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NPR's afternoon radio newsmagazine brings you breaking news and compelling analysis, insightful commentaries, interviews, and special - sometimes quirky - features. Thom Kokenge also updates you on regional news, and weather forecasts on your drive home.

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A new study finds that employer-based programs to help people stop smoking would work better if they tapped into highly motivating feelings — such as the fear of losing money.

This conclusion flows from a study involving the employees of CVS/Caremark. Some workers got postcards asking them if they wanted a cash reward to quit smoking. One card ended up in the hands of Camelia Escarcega in Rialto, Calif., whose sister works for CVS.

Copyright 2015 NPR. To see more, visit http://www.npr.org/.

Amtrak was formed in the 1970s out of the ashes of several bankrupt rail lines, including the Penn Central. Its has been criticized for poor service, and shaky finances, but its safety record has been good.

More than 31 million passengers rode Amtrak in fiscal year 2013, the last for which figures are available. In the Northeast Corridor, more than 2,000 trains operate daily on Amtrak's rails, between commuter lines and Amtrak trains. And far more passengers ride Amtrak between Washington, New York and Boston than fly.

Negotiations are underway between the U.S. government and immigration advocates over family detention after a federal judge issued a tentative ruling that detention facilities violate standards for children.

The result of the talks could force the three family detention centers operating in the U.S. — two in Texas and one in Berks County, Pa. — to close.

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Transcript

MELISSA BLOCK, HOST:

Now, to another city that's grown in population, but at the same time, has managed to cut its total water consumption, Santa Fe, N.M. We're going to find out how they've done that from Santa Fe's mayor, Javier Gonzalez. Welcome to the program.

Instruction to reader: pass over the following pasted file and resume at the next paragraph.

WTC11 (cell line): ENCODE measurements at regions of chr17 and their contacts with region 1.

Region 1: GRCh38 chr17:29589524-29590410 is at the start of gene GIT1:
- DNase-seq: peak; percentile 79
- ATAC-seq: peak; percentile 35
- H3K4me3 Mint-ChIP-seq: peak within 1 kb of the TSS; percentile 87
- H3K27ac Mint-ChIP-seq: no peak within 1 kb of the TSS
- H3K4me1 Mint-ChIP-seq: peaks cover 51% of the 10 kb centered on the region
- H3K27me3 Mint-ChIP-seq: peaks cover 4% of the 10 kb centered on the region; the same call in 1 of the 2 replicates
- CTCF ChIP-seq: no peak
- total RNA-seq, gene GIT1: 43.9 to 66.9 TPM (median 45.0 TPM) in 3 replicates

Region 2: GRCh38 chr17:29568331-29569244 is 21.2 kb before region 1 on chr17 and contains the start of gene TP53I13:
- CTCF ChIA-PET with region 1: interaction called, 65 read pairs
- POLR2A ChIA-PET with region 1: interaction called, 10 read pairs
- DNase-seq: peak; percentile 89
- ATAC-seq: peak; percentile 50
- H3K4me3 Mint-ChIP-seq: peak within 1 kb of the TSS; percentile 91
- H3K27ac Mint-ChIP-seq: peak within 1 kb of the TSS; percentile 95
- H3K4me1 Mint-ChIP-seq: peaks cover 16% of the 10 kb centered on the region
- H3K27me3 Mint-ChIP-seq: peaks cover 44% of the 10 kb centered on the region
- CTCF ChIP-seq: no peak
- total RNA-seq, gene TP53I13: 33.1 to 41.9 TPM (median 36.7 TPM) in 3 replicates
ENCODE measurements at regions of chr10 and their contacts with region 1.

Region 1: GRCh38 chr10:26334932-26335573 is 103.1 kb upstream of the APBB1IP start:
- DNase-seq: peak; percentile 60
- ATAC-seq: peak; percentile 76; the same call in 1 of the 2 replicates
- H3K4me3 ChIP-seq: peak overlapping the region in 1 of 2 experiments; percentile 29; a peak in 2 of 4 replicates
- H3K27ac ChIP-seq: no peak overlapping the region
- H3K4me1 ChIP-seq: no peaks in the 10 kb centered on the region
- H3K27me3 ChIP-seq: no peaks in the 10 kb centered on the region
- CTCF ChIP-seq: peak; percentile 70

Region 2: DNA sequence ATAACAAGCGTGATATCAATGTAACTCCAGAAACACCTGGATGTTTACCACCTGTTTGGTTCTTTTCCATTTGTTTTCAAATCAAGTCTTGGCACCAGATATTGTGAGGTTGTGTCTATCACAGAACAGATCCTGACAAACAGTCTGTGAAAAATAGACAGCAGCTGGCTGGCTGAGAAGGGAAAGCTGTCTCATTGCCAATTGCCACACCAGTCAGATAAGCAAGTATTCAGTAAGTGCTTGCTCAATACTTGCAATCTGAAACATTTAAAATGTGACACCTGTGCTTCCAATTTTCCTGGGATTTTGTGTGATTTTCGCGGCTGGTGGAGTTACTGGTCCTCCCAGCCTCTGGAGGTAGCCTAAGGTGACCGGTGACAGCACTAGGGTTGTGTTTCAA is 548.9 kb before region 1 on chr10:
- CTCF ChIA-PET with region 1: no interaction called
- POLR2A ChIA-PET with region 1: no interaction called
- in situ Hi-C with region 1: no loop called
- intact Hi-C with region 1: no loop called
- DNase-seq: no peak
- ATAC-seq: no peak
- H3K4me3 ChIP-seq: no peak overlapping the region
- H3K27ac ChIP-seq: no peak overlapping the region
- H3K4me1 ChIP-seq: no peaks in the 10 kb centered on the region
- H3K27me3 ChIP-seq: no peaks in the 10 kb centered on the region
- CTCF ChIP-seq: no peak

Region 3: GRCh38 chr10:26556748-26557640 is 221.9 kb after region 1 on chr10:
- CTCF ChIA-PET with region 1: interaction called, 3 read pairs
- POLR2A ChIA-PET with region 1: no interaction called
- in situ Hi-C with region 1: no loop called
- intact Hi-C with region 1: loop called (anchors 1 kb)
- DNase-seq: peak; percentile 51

The Texas Legislature is sending a message this week on the subject of same-sex marriage. And that message is: Hell no — again.

The bill that just got initial approval in the Texas Senate would protect clergy from having to conduct any marriage ceremony or perform any service that would violate their sacred beliefs.

"We want to make sure they are not ever coerced into performing a marriage ceremony that would violate their sincerely held religious beliefs," State Sen. Craig Estes told NPR. Estes sponsored the bill.

President Obama says overcoming poverty requires both strong families and a strong economy.

Speaking at Georgetown University Tuesday, Obama said that political debates over poverty often get hung up over the role of government, families and religious institutions.

"I think it's important when it comes to dealing with issues of poverty for us to guard against cynicism and not buy the idea that the poor will always be with us, and there's nothing we can do," Obama said. "Because there's a lot we can do."

Copyright 2015 NPR. To see more, visit http://www.npr.org/.

Transcript

AUDIE CORNISH, HOST:

Even though it's crept up in the past couple of months, the price of a gallon of gasoline is still about $1 less than it was a year ago. That's saving drivers $15 to $20 every time they fill up.

Economists were quite convinced late last year that would boost growth because consumers would go out and spend that extra money. But things have not unfolded exactly as forecast.

There's no doubt the plunge in oil prices and the lower costs for gasoline, heating oil and natural gas gave consumers a big windfall.

The Whitney Museum of American Art has never stayed in one place for long. It has had four different homes in its 84-year history — the latest a $422 million glass-and-steel construction that recently opened in Manhattan's Meatpacking District — and each of those homes speaks to a particular moment in the evolution of American art and museum culture.

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